15th ANNUAL EARLY HEARING DETECTION & INTERVENTION MEETING
March 13-15, 2016 • San Diego, CA
| - | 9 - Program Evaluation and Quality Improvement
Purpose: A frequently used method to measure the prevalence and relationship of hearing loss with other variables is through parent report questionnaires and interviews. The accuracy of parent-reported hearing loss in children has not been well documented. We analyzed the accuracies (i.e., sensitivities and specificities) of parent reporting of childhood hearing loss at identifying examined hearing loss at 25dB or more, 40dB or more, 60dB or more, and 90dB or more.
Methods: Using the a nationally representative sample of over 10,000 children from the National Health and Nutrition Examination Survey (NHANES) across the years 1988-1994 and 2006-2010, we examined the correlation between parent reported hearing loss in the child and the degree of hearing loss based on a physical examination of the child using standard audiological procedures.
Results: Spearman correlations between hearing loss based on audiological examination and parent reports of hearing loss were relatively low (0.42 – 0.45). Using the results of the audiological examination as the standard, the sensitivity for parents being able to correctly identify if their child had a hearing loss ranged from 0.46 at a pure tone average (PTA) of 25dB; 0.62 at PTA of 40dB; and 0.65 at a PTA of 60dB. Sensitivities were somewhat higher when children were older (12-19 years of age compared to 6-11 years of age), and lower for Hispanic and African American children compared to White children. There were no differences in the sensitivities between male and female children.
Conclusion: The NHANES data suggest that parents’ reports of whether a 6-19 year old child has hearing loss are not accurate. Thus, parents’ reports of hearing loss should not be used in studies to examine the prevalence or association of hearing loss with other variables.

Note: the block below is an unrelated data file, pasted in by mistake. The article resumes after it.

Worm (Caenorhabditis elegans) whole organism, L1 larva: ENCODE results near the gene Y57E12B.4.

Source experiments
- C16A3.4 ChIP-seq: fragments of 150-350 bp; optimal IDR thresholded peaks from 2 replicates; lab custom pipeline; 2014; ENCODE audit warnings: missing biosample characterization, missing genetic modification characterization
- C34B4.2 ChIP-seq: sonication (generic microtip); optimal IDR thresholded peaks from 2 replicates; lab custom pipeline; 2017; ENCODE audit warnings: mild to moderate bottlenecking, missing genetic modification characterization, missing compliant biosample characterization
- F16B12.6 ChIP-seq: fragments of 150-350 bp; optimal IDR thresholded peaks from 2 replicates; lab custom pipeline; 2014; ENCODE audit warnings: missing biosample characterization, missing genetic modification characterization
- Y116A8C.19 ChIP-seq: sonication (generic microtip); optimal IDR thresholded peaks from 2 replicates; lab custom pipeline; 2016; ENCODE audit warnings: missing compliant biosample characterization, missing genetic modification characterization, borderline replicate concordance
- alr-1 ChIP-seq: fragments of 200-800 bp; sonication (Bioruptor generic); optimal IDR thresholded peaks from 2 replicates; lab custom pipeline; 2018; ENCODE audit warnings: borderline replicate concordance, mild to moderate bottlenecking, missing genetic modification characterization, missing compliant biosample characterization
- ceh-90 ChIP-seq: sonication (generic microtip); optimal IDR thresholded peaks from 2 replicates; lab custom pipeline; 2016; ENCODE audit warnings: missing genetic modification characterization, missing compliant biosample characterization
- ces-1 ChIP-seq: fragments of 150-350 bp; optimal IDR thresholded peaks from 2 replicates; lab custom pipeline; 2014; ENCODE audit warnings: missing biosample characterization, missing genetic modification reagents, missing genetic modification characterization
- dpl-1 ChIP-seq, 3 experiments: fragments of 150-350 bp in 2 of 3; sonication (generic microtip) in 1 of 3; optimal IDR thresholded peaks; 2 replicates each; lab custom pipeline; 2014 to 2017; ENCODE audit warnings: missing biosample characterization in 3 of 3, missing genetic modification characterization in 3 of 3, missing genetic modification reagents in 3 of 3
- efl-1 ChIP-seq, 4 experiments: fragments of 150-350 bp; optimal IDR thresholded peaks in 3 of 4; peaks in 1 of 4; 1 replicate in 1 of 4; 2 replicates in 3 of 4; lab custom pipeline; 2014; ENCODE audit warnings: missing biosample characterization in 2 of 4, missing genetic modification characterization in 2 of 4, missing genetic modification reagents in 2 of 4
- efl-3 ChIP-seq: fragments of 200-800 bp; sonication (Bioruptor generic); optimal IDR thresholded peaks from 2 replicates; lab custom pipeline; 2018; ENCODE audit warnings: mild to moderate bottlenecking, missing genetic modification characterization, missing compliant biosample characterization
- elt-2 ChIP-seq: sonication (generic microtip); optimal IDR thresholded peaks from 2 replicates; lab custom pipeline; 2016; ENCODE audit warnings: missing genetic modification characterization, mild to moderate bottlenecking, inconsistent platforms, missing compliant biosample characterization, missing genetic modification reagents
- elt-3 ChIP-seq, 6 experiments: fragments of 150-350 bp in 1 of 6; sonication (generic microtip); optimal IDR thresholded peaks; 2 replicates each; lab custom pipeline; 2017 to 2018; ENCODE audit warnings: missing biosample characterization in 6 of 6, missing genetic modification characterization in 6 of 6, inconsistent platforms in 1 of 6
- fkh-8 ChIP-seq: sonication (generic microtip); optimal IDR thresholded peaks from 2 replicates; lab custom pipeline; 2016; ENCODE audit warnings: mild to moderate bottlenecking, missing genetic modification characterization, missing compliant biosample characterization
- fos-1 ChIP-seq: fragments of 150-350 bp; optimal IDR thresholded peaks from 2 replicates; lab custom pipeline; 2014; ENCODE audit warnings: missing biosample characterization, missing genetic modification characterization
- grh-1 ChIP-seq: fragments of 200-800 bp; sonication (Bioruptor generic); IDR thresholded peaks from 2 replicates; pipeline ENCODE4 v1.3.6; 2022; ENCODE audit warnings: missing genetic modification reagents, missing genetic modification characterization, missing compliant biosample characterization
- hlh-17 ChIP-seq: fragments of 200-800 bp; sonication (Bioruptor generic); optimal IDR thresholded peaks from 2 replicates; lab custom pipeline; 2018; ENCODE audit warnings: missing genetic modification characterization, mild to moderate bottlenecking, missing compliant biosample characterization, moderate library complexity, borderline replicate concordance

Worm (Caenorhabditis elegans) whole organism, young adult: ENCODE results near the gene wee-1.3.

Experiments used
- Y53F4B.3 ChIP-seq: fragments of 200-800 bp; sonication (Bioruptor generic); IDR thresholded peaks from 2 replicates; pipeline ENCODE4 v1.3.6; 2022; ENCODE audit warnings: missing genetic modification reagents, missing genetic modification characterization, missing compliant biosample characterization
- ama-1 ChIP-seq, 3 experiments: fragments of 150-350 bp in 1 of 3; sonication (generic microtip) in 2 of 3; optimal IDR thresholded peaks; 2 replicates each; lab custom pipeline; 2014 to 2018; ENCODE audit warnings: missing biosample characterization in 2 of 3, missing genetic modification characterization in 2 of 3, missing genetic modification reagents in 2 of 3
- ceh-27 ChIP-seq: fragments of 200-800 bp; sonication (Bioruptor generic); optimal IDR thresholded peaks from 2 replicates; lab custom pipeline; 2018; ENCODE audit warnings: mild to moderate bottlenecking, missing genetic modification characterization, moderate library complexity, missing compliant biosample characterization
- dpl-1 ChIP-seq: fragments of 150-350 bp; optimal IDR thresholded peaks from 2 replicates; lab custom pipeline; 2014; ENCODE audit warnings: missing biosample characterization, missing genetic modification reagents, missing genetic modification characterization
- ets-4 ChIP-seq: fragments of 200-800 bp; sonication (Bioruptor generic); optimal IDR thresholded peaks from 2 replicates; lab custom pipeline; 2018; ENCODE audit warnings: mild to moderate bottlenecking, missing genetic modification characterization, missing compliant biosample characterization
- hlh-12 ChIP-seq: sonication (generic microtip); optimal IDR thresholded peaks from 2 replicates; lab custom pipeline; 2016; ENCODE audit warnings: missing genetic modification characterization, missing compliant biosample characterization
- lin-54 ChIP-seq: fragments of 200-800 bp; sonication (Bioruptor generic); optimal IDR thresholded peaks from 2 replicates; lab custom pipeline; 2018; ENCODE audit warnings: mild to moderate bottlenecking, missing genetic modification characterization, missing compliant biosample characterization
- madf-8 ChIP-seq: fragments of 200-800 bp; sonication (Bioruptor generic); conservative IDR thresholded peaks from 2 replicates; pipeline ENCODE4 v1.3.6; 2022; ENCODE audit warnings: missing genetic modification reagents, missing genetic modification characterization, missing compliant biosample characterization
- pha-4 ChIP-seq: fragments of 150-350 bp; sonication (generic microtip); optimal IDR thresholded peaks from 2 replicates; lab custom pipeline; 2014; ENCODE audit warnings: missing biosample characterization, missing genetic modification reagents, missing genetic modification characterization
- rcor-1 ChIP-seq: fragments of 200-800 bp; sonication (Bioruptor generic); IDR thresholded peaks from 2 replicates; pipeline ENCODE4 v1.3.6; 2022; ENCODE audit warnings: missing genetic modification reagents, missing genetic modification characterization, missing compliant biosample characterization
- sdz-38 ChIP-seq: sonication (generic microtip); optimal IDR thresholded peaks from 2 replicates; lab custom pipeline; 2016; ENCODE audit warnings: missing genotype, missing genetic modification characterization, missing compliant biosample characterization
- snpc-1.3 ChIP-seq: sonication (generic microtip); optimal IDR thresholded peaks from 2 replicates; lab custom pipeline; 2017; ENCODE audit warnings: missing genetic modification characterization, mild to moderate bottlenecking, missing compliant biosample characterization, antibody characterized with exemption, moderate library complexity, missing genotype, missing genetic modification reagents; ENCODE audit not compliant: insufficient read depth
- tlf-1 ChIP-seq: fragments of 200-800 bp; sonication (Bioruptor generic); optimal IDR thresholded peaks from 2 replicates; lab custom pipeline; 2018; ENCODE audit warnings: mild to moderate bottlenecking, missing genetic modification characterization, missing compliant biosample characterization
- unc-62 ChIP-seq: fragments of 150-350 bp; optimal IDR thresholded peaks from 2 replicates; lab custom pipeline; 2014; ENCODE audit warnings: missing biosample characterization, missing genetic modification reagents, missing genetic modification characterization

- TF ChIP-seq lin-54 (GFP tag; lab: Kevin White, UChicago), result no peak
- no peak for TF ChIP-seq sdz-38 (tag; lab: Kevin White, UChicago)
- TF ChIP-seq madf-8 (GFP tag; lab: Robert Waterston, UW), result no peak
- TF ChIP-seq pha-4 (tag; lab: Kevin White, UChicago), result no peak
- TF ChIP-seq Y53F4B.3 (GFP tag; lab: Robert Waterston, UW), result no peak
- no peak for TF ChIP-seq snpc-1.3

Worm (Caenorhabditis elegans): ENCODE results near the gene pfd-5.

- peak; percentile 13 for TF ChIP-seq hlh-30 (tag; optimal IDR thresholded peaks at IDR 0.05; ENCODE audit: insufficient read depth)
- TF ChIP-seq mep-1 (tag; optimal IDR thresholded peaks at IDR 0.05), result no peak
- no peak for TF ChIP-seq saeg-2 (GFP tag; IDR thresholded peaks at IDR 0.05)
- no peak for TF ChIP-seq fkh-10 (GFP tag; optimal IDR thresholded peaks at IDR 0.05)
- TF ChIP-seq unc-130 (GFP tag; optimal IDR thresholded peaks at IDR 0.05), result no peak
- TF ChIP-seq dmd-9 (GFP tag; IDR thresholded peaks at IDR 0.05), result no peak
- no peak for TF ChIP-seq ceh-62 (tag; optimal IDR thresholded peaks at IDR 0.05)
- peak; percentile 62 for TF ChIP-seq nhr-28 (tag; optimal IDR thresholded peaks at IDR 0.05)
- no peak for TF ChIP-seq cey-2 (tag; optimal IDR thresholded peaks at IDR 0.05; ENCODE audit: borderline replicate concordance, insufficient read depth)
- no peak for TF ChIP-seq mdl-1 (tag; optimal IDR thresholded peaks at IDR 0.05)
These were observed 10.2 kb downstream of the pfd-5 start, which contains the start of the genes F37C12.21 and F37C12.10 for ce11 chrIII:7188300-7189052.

- Conclude that parent report measures of hearing loss are not adequately accurate.
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(Primary Presenter,Author), Utah State University, firstname.lastname@example.org;
I am a PhD student in Social Epidemiology. My passion is turning data into clear, actionable insight, especially when this insight helps improve lives, health, and well-being. Currently, I am a research assistant at the National Center for Hearing Assessment and Management, helping as a Social Science Statistician with the various, ongoing quantitative projects. I am also a Statistics Consultant at the university.
Financial - No relevant financial relationship exist.
Nonfinancial - No relevant nonfinancial relationship exist.
(Author), Utah State University, email@example.com;
Karen Muñoz is an associate professor of audiology at Utah State University in the Department of Communicative Disorders and associate director of the National Center for Hearing Assessment and Management. Her research focus is in the area of childhood hearing loss.
(Author), Utah State University, firstname.lastname@example.org;
Dr. White is a Professor of Psychology, the Emma Eccles Jones Endowed Chair in Early Childhood Education, and the founding Director of the National Center for Hearing Assessment and Management. He has been the PI or Co-PI for over $50 million of competitively awarded research. His work has been recognized with awards from such diverse organizations as the Deafness Research Foundation, the American Association for Speech Language and Hearing, The Swedish Society of Medicine, and the Alexander Graham Bell Association for the Deaf. He has hundreds of publications and presentations at scholarly meetings, and has been an invited speaker to more than 35 countries. He also serves on many national and international advisory groups for organizations such as the United States Department of Health and Human Services, the World Health Organization, the Institute of Medicine, and the American Academy of Pediatrics.